Texas Freethought Convention
|For the record, the slogan on my T-shirt does NOT say: "Life is short; drink hard." But that's not a half-bad idea.|
The first-ever Texas Freethought Convention took place this past Sunday, October 26th, at the Saengerrunde Hall in Austin, Texas. As far as I've been able to determine, this is the first time in modern American history that a convention has been held specifically for the freethinkers and atheists of a single state to come together. There are, of course, many national groups that hold conventions: the Freedom From Religion Foundation, American Atheists and Atheist Alliance International are the primary sponsors of these. There was, back in the 19th century, a regular annual meeting of freethinkers in New York State that lasted for six years. However, it does not surprise me in the least that the great state of Texas would lead the way in this respect. There are certainly enough active secular groups here to make the prospect plausible, and the pervasive religiosity throughout the state makes the possibility a necessity.
|Congregating in the Texan-German Saengerrunde Hall is oddly appropriate, given the German Freethinkers who settled in this part of the state in the nineteenth century.|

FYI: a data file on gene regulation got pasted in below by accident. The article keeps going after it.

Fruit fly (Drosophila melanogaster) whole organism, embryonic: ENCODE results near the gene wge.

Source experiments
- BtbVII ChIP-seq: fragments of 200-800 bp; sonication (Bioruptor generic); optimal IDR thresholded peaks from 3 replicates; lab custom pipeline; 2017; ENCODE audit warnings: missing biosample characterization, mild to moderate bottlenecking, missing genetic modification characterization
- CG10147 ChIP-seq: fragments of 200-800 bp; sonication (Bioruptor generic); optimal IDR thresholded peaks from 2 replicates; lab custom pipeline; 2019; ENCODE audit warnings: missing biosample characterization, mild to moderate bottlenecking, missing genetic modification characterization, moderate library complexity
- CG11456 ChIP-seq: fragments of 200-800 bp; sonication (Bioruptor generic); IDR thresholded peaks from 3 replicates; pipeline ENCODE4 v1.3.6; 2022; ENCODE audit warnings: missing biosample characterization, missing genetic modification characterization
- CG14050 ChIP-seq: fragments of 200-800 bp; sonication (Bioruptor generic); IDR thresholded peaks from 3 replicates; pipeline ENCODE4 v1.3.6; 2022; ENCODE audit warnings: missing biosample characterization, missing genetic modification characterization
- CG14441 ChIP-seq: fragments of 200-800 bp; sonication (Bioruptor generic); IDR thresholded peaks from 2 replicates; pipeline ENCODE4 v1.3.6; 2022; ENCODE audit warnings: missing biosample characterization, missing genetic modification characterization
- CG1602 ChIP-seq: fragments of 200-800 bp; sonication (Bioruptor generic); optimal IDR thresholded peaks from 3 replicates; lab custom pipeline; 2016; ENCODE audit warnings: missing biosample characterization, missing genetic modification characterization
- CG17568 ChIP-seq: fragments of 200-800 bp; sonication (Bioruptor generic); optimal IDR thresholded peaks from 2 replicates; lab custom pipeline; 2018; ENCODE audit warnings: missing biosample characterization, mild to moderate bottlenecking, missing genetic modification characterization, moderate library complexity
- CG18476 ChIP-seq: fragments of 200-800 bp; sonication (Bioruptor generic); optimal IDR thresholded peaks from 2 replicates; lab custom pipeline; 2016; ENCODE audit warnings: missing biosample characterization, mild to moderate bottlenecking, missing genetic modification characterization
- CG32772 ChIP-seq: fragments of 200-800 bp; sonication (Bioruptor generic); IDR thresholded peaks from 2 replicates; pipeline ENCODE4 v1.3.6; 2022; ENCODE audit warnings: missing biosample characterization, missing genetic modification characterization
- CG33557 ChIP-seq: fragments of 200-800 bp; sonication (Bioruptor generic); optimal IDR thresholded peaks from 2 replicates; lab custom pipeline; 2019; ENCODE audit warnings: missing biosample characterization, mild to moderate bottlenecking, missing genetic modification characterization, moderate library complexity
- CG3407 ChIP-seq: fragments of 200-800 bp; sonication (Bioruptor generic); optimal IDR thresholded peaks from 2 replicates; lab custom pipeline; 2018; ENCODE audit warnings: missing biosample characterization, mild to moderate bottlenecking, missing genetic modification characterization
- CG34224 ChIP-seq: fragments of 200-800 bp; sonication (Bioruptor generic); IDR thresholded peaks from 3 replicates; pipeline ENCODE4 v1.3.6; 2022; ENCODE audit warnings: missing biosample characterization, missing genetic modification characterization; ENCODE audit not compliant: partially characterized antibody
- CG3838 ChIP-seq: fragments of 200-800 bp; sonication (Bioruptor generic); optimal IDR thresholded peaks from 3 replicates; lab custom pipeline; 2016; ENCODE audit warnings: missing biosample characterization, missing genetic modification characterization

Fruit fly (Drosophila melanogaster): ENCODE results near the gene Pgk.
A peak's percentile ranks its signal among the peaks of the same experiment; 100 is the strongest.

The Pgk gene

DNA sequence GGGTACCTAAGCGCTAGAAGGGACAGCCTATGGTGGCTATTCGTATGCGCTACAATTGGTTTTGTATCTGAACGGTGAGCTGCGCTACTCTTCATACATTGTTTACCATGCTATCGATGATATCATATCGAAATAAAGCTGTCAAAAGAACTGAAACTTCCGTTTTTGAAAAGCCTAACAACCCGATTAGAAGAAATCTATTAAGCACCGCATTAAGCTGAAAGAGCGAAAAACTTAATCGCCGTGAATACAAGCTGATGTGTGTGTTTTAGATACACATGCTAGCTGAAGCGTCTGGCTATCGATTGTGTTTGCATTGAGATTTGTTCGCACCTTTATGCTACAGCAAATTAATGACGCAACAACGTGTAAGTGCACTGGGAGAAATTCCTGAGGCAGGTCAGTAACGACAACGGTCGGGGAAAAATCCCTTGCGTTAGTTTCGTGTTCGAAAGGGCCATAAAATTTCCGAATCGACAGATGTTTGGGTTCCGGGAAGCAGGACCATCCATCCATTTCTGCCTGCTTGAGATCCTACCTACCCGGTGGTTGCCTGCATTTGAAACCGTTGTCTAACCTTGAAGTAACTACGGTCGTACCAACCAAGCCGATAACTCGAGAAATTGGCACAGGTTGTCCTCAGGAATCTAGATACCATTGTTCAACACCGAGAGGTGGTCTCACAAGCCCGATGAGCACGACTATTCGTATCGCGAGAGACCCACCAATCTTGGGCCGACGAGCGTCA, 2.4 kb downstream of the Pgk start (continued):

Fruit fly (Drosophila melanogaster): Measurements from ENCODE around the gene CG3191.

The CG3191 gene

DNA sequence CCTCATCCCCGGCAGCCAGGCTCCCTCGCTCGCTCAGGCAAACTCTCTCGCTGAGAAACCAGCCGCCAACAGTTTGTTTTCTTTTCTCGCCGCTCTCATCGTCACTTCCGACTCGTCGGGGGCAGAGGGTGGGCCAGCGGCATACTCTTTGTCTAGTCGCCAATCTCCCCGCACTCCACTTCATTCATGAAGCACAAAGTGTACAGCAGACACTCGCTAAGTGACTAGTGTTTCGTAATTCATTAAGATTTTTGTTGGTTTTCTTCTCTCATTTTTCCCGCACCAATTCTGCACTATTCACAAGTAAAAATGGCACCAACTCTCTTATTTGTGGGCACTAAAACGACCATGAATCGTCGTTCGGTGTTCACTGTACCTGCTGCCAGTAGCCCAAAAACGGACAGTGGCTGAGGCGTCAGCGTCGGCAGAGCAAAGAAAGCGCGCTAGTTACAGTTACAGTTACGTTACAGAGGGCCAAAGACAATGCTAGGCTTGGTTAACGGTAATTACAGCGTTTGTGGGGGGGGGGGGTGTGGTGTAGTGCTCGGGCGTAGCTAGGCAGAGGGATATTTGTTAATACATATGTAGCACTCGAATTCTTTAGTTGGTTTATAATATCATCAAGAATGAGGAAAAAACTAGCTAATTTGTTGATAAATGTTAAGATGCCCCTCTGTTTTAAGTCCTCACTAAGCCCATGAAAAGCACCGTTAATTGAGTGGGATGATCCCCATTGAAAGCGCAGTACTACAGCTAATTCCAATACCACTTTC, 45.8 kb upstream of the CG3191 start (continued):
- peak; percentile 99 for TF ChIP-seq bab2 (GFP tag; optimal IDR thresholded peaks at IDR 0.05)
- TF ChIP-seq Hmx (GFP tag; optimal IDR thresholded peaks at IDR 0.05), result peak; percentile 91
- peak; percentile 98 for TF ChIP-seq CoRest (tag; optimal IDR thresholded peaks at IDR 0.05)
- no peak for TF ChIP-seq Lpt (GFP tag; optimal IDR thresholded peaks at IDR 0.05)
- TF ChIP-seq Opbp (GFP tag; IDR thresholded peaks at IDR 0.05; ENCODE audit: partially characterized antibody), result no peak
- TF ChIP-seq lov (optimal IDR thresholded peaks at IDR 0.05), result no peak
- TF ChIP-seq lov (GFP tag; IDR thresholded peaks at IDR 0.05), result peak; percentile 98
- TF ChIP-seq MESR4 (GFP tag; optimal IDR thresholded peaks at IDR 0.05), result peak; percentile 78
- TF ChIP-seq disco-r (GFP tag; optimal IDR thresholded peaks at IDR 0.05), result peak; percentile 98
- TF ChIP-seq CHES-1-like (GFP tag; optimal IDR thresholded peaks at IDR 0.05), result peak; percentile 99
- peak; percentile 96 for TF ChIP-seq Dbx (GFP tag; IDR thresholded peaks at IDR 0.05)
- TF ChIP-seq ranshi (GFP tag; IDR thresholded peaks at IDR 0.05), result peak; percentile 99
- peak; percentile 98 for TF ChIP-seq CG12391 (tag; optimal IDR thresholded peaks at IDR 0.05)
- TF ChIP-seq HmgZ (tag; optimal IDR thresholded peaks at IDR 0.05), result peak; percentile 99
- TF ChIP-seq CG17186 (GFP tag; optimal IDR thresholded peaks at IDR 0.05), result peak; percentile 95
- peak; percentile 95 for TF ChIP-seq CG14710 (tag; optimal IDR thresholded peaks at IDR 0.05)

I was proud to represent the North Texas Church of Freethought, and there were many other groups in attendance who were active in organizing and promoting the convention, including the Freethinkers Association of Central Texas, American Atheists - Texas, the Atheist Community of Austin, the Corpus Christi Atheists, and the Center for Inquiry - Austin. I was especially happy to meet some of the people with whom I've been corresponding by email for quite some time; there were also plenty of new people that I had opportunities to speak with. I'm hopeful that, if nothing else, this convention has propped open the doors of communication among the secular groups in Texas, and there will be a lot of cross-pollination between us all as a result.